Gibb’s holiday album a vocal showcase of range

ChristmasEPHomePageWhen it comes to music, I would consider myself quite eclectic, although that has taken more of a hit in recent years. With the revolutionary Ipod, podcasts and things like Sirius radio and Pandora at the fingertips, the communal experience known as the radio has gone a bit by the wayside. Surely my daughters are screaming for 99.7 when Sirius is not locked on channel 79 (any guesses as to what that channel is?), but for the most part, I am entrenched inside an Ipod or some sports radio.

My Christmas music tends to follow right along with my normal listening patterns. I love the comfort food of Nat King Cole, the cultural pulse of Poncho Sanchez cranking out “Have Yourself a Merry Little Christmas” full of timbales and congas, and the sharp tones of B.B. King’s faithful guitar Lucille in his rendition of “Merry Christmas Baby.” In the sea of shopping madness and endless commercials of cars with bows given to people who look only mildly pleased, a good Christmas tune is an oasis of bliss, a reminder of the purpose of the season.

Ian Patrick Gibb’s new holiday album, “The Time of Year for Miracles,” is a joyfully inspired croonfest, a talented young singer who boasts a silky smooth sound, hitting his notes with precision and technique. I first saw Gibb this past summer when he understudied for Marius in the national tour of “Les Miserables” at the Orpheum Theatre. While his acting in the role wasn’t always the most connected, his vocals certainly ruled the day, as he gently moved through the show’s signature moments with an authentic, youthful timbre.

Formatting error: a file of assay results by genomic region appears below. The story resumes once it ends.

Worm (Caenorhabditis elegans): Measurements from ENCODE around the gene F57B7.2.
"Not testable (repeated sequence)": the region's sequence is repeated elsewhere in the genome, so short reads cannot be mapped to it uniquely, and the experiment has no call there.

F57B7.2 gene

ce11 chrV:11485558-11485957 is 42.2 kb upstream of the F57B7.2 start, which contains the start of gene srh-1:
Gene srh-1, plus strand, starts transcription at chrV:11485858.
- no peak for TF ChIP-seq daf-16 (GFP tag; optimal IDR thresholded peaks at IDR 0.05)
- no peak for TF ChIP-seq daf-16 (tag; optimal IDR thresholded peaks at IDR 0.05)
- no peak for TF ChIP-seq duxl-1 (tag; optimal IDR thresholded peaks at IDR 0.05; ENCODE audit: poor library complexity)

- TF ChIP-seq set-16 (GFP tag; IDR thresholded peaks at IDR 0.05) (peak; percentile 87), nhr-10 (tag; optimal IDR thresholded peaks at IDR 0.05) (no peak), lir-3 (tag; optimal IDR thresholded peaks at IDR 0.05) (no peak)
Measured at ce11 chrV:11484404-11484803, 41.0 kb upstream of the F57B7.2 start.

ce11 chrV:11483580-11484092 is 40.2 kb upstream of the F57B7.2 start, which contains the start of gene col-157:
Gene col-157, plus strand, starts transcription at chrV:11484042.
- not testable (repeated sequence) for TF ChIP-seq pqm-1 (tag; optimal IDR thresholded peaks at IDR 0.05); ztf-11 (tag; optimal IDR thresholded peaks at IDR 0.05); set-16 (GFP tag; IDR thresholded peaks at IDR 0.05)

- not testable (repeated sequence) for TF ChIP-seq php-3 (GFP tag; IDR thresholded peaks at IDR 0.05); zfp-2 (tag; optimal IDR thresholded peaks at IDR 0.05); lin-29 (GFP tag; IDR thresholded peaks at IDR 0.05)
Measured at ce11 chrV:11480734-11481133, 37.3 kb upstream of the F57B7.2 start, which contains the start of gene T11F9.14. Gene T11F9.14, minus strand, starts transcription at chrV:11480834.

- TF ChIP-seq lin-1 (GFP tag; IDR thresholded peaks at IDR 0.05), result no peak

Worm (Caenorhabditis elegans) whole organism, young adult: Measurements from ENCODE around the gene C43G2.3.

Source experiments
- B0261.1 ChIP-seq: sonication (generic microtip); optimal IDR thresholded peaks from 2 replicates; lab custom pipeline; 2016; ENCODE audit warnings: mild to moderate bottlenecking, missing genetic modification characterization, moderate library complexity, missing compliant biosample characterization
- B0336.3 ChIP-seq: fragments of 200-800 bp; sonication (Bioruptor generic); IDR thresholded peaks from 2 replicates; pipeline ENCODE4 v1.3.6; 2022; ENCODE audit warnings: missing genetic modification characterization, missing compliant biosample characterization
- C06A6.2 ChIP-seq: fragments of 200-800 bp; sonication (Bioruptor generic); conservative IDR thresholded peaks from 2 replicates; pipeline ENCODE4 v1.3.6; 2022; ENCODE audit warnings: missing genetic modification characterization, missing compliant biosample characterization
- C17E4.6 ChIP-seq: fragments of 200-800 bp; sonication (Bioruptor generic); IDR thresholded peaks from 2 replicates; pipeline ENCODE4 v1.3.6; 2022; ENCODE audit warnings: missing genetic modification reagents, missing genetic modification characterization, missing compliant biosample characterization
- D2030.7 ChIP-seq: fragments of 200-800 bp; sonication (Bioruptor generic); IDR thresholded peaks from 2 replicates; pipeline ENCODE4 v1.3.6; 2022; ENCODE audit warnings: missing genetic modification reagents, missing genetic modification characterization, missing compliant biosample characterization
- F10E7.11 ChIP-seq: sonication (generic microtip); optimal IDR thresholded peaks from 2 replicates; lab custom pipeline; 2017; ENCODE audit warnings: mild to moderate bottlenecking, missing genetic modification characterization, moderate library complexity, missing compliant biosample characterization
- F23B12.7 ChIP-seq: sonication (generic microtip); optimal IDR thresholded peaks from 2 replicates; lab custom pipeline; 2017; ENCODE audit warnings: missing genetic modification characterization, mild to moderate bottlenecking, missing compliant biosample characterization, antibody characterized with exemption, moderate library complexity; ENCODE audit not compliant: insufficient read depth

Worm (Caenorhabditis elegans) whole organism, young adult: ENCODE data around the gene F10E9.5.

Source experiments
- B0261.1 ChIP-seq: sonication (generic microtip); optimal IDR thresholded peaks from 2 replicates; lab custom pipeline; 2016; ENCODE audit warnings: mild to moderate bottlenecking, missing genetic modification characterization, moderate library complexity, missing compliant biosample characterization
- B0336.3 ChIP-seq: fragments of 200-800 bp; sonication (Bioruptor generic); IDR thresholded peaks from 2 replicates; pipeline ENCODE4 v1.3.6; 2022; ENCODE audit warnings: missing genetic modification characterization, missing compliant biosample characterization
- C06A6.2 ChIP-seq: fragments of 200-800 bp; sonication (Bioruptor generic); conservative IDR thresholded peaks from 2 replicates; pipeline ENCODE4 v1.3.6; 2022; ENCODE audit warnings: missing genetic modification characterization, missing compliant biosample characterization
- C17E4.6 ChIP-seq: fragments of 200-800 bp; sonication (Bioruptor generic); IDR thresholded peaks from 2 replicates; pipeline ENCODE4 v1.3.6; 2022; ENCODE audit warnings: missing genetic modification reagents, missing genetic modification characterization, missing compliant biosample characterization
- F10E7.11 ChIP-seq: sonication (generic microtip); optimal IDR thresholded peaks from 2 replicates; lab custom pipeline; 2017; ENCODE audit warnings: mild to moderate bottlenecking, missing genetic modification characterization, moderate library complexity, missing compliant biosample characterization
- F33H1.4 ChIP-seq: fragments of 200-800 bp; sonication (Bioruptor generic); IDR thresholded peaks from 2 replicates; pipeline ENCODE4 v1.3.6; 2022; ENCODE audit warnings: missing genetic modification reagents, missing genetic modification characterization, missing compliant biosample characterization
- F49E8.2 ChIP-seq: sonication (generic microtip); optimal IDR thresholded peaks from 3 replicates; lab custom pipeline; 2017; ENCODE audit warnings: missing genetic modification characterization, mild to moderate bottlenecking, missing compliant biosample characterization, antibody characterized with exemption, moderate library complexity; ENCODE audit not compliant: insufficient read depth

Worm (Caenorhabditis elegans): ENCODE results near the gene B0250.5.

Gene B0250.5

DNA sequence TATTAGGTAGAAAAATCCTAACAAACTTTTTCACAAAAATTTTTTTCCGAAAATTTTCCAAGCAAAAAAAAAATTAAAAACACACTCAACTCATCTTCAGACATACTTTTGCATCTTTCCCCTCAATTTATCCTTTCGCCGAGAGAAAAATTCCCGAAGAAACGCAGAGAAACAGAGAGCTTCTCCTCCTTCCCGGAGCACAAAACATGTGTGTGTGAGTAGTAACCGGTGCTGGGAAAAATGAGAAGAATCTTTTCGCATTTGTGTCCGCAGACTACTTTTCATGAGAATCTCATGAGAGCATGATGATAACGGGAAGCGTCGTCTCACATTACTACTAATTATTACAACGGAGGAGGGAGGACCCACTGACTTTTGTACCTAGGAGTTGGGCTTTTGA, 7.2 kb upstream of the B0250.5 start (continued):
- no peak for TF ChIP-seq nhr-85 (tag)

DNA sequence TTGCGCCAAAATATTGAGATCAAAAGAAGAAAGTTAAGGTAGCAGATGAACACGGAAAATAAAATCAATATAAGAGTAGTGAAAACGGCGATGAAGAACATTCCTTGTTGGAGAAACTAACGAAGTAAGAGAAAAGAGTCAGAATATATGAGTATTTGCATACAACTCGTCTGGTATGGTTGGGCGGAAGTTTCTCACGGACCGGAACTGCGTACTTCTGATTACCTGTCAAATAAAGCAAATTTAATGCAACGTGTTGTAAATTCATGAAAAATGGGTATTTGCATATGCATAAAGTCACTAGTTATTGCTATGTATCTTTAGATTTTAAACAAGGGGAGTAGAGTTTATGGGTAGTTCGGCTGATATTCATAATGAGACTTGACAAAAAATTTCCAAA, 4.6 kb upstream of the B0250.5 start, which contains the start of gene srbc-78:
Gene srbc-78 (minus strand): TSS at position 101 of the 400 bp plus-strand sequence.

The album only features six songs, a few new, and a few ubiquitous standards that allow for a veritable showcase of Gibb’s gentle baritone range. The album also features full orchestrations throughout the album, beautifully arranged by orchestrator Rick McKee and musical director Will Curry.

Each of the six tracks is quite solid. “Time of Year for Miracles” is a song which reaches deep for the nostalgia of the holiday season. “Christmas Waltz,” featuring Michelle Amato, is a much simpler tune, focusing more on the toe-tapping melody written by legendary composer Sammy Kahn. “O Holy Night” is a standard  that is probably the primary showcase of Gibb’s vocal range, with a strong belt at the conclusion. And “I’ll Be Home for Christmas,” goes along the lines of the great versions in history, an indelibly beautiful, heartbreaking standard covered wonderfully by Gibb.

Christmas songs fall into many categories, and this collection does everything to contribute to a heartwarming Christmas. Gibb is quite a performer, showcasing a wide range of talents and abilities in this holiday set. It’s a great collection for tonight’s dinner and beyond.

To purchase Gibb’s “The Time of Year for Miracles,” go to his official website. The album is also available on Itunes and Amazon.com.

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